As the excitement of the popular business reality show, Shark Tank hits the Maltese TV screens and heads off to find the next “big thing” in Malta, students at Verdala International School (VIS) have been participating in their own version through the Junior Achievement Young Enterprise (JAYE) project. While not as cut-throat as Shark Tank, it is also about presenting a potential business model and product to a panel who every year hand out awards that offer inspiration for these up-and-coming student entrepreneurs to experience the pressure of planning and pitching.

JAYE is heating up in the final months as students nationally and across Europe participate in this annual event. VIS has participated in this Sixth Form project for many years now, with previous wins including Best Company programme and Best Leadership representation.

Our business students have always relished the opportunity to take what they have learned in the classroom to the real world, innovatively coming up with proposals such as converting fishnets into bags, carbon-negative wallets made of cork, and clever drink covers that prevent drink spiking; notably the JAYE criteria challenge young people to incorporate an ethical purpose to their products.

Post-16 study is a milestone for young people. In many countries only a small percentage continue with education. Governments may offer incentives to entice students to stay on, as for some the appeal of earning is much more fun than carrying on in an academic institution. Without available apprentice schemes the less academic oriented students may simply suffer through the last few years of school.

While schools can push national standards until 16, beyond that, young people crave independent thinking and are taking ownership of their own pathways. And it is evident by those who fail or struggle that we may box them in too much. Post-16 models need to allow for this independent thinking and give young people more opportunities to choose and perhaps specialise in their kinaesthetic or verbal strengths.

In many cases, post-16 colleges have tried to provide this through a range of courses, however in some cases this option is too disconnected and piecemeal. In contrast, schools can offer something that colleges don’t always have, which is continued care for the young person’s well-being, which, depending on their development, they may still need. Making choices and learning how to learn continues beyond post-16 even if the student thinks they are ready for the big wide world because they are fed up with authority.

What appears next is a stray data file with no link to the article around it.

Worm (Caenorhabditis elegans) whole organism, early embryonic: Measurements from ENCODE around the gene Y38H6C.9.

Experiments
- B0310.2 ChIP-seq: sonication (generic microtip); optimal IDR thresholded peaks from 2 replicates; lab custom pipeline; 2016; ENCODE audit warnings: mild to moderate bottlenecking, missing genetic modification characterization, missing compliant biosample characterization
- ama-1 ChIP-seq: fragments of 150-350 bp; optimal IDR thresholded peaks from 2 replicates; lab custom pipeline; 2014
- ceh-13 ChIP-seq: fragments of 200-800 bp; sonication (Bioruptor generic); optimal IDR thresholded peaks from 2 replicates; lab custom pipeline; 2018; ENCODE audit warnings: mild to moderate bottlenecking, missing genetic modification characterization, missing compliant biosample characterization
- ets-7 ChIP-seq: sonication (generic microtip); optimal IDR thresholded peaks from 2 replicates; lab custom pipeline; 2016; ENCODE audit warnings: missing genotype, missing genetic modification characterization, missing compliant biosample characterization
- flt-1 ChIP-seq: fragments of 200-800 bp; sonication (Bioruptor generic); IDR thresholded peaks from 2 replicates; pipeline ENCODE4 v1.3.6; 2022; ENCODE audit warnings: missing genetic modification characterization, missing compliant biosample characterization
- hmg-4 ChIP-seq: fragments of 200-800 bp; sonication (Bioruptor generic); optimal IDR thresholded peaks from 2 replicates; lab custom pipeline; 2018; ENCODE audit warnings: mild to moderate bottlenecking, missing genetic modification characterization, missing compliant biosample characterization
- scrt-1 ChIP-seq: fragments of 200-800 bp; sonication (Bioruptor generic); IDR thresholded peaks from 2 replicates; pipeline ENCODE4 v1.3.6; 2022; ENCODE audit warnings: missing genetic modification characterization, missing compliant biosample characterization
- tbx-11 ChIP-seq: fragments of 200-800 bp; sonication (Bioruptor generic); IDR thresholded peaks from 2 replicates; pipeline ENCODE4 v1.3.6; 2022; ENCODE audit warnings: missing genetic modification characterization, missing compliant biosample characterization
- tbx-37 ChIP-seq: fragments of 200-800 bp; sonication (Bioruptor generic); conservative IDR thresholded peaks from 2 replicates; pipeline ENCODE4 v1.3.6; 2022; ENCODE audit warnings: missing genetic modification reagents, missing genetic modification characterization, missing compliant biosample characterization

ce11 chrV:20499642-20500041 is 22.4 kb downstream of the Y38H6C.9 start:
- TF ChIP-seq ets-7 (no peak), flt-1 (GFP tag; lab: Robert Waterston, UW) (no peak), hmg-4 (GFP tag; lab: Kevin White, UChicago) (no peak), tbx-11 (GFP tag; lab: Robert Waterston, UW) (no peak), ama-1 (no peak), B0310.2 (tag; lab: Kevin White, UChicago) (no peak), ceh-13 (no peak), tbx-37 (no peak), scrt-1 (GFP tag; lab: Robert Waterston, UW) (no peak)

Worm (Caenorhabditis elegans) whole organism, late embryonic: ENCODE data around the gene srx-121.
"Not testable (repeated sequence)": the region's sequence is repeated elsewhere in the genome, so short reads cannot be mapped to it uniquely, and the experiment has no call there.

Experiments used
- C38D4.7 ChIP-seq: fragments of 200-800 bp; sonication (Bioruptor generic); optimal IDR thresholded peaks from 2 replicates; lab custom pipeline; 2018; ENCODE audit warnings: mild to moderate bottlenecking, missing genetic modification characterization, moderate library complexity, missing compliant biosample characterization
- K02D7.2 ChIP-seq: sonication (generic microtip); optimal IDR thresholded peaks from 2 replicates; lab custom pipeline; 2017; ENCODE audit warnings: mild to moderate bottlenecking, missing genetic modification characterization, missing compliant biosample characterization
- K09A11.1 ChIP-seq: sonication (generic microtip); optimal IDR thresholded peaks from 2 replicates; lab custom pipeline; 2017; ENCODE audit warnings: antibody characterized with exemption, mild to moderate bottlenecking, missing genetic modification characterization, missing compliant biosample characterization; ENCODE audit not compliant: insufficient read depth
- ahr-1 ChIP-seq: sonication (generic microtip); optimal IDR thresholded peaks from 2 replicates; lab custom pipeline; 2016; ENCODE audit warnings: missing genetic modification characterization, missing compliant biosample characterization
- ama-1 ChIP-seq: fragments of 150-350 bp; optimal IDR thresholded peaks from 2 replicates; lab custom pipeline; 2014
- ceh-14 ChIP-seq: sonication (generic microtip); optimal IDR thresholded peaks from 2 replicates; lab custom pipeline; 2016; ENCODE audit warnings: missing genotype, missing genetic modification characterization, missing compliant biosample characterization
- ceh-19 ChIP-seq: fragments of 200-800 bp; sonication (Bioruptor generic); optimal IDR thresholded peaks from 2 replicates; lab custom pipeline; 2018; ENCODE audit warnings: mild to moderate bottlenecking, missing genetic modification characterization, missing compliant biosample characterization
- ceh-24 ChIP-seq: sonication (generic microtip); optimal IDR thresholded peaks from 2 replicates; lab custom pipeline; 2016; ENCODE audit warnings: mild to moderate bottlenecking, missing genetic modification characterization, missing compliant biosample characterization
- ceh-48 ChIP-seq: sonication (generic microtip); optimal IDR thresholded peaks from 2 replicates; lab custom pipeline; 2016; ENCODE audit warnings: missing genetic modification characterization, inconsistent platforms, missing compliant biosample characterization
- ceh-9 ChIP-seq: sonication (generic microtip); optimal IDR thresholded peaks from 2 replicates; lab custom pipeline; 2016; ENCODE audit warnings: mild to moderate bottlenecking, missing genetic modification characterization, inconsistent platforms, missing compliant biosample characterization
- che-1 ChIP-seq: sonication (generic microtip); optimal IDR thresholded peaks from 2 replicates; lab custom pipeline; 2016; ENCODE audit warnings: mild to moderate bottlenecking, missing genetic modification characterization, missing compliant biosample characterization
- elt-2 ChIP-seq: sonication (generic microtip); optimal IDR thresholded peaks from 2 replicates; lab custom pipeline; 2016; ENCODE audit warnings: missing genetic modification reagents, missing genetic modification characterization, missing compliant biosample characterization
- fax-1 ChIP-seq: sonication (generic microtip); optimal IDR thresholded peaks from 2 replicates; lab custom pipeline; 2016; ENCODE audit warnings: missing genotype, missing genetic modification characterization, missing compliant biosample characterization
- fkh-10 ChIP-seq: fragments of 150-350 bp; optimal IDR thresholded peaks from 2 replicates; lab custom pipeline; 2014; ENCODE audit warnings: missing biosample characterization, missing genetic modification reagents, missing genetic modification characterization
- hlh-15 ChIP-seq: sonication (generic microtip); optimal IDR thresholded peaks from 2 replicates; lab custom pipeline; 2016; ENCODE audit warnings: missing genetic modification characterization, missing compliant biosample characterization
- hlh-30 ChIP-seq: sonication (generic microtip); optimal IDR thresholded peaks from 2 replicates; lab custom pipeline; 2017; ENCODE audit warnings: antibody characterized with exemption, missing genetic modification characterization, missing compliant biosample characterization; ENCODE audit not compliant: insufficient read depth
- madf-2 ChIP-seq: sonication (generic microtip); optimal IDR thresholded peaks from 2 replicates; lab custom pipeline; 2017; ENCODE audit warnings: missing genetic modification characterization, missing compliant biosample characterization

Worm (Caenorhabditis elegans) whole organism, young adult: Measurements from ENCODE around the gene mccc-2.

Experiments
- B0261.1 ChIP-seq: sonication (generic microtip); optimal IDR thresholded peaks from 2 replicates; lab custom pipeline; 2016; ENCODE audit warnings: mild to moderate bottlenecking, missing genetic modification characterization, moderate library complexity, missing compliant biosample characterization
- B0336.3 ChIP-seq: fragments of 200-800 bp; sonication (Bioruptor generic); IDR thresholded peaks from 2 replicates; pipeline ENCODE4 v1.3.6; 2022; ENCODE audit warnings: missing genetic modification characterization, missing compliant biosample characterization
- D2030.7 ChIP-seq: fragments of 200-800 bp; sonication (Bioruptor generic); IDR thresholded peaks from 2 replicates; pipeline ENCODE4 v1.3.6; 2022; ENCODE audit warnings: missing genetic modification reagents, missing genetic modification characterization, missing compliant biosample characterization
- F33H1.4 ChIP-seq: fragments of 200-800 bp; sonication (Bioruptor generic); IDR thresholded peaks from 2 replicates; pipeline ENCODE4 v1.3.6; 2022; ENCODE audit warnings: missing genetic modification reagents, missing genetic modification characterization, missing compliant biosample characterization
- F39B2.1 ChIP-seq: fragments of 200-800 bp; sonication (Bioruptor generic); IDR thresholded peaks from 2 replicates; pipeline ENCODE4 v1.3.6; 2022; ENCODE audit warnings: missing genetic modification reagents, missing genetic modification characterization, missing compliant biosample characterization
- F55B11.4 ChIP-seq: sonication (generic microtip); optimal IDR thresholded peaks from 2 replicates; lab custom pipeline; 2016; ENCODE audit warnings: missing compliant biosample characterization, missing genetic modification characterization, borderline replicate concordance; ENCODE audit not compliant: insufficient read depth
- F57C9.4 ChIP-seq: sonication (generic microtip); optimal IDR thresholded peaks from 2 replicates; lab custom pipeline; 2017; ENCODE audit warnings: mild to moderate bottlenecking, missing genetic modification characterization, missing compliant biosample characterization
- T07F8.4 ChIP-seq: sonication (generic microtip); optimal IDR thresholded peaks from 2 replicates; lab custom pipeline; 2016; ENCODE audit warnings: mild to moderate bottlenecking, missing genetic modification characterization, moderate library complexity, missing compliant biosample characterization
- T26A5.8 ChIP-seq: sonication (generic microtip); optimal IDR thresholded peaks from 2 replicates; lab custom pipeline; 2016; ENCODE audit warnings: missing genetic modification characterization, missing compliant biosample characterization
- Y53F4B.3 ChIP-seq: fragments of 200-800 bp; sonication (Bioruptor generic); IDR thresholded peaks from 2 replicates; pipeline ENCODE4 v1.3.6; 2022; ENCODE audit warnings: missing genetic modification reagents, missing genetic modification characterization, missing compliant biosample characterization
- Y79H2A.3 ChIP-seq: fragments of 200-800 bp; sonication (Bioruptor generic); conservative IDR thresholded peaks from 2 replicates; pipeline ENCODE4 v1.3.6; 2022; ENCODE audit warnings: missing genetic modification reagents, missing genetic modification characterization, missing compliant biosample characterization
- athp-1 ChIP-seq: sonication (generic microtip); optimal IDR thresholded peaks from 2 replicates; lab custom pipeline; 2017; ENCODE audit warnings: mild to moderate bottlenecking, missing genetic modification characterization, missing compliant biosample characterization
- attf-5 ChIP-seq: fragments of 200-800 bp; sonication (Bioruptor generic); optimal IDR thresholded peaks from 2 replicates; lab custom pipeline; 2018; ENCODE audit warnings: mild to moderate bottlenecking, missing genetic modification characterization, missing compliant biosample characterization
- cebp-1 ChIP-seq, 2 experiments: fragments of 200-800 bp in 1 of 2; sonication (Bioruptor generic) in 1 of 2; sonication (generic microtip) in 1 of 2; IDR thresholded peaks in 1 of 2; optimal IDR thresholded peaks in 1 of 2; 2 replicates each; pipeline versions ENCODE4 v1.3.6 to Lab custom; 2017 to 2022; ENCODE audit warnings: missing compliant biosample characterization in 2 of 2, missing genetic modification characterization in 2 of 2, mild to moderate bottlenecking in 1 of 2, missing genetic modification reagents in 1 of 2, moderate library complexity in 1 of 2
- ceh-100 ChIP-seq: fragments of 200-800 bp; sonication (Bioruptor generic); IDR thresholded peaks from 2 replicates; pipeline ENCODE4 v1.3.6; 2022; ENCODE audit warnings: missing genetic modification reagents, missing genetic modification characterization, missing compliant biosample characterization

At VIS we have been rethinking our post-16 options and have embraced an alternative pathway by offering the International Baccalaureate (IB) Career-related Programme. This personalised vocational programme has a 21st-century approach, with only a couple of academic subjects, and in the case of VIS, an intensive BTech Business programme. It offers something that the IB diploma has not harnessed yet – the personal and professional growth skills needed for an ever-changing world.

Our current start-up cohort have proved themselves to be vibrant thinkers who come to school challenged by discussion, debate and problem-solving. Learning how to present and utilise social media, research and prepare reports are much-needed skills for an increasingly complex job market.

Each student is assessed through a reflective project focus on an ethical dilemma of their choice. Our students are currently asking questions such as: “Is smart farming a solution?”, “Are microtransactions in iGaming ethical?”, and “Should businesses invest in a country which has exhibited human rights violations?”

As we prepare our students for a rapidly changing world, being able to recognise right from wrong and the ethical challenges around a business model is only going to make them more competent, and hopefully, principled entrepreneurs. JAYE has tied ethics neatly into their challenge, as they are evaluated on their business sustainability, environmentally conscious approach, technology and digitisation, scalability, and presentation and soft skills.

Being able to recognise right from wrong and the ethical challenges around a business model is only going to make them more competent, and hopefully, principled entrepreneurs

Shark Tank may be about the next big business idea, but JAYE is fostering bolder ambitions by inspiring young people to find the synergy between a profitable concept and the responsibility we all should have of nurturing the world we live in.

Totty Aris is head of Verdala International School.

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